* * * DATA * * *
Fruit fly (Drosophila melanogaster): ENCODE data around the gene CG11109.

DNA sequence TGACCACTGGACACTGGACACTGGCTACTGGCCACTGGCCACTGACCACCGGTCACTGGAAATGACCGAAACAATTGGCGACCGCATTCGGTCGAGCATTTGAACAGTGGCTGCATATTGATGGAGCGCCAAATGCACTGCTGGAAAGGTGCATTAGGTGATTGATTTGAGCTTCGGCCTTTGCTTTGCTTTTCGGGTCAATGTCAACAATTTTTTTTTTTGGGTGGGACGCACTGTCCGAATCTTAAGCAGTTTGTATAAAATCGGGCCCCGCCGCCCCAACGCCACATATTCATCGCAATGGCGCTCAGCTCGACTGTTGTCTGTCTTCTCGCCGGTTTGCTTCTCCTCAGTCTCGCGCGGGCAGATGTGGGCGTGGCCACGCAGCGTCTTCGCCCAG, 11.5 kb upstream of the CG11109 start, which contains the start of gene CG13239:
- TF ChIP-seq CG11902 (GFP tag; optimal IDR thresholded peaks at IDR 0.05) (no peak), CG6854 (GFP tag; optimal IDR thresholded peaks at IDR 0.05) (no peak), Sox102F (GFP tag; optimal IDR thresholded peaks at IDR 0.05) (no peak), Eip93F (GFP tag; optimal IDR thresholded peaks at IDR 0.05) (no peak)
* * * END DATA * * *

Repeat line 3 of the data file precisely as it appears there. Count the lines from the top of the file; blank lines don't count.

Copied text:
- TF ChIP-seq CG11902 (GFP tag; optimal IDR thresholded peaks at IDR 0.05) (no peak), CG6854 (GFP tag; optimal IDR thresholded peaks at IDR 0.05) (no peak), Sox102F (GFP tag; optimal IDR thresholded peaks at IDR 0.05) (no peak), Eip93F (GFP tag; optimal IDR thresholded peaks at IDR 0.05) (no peak)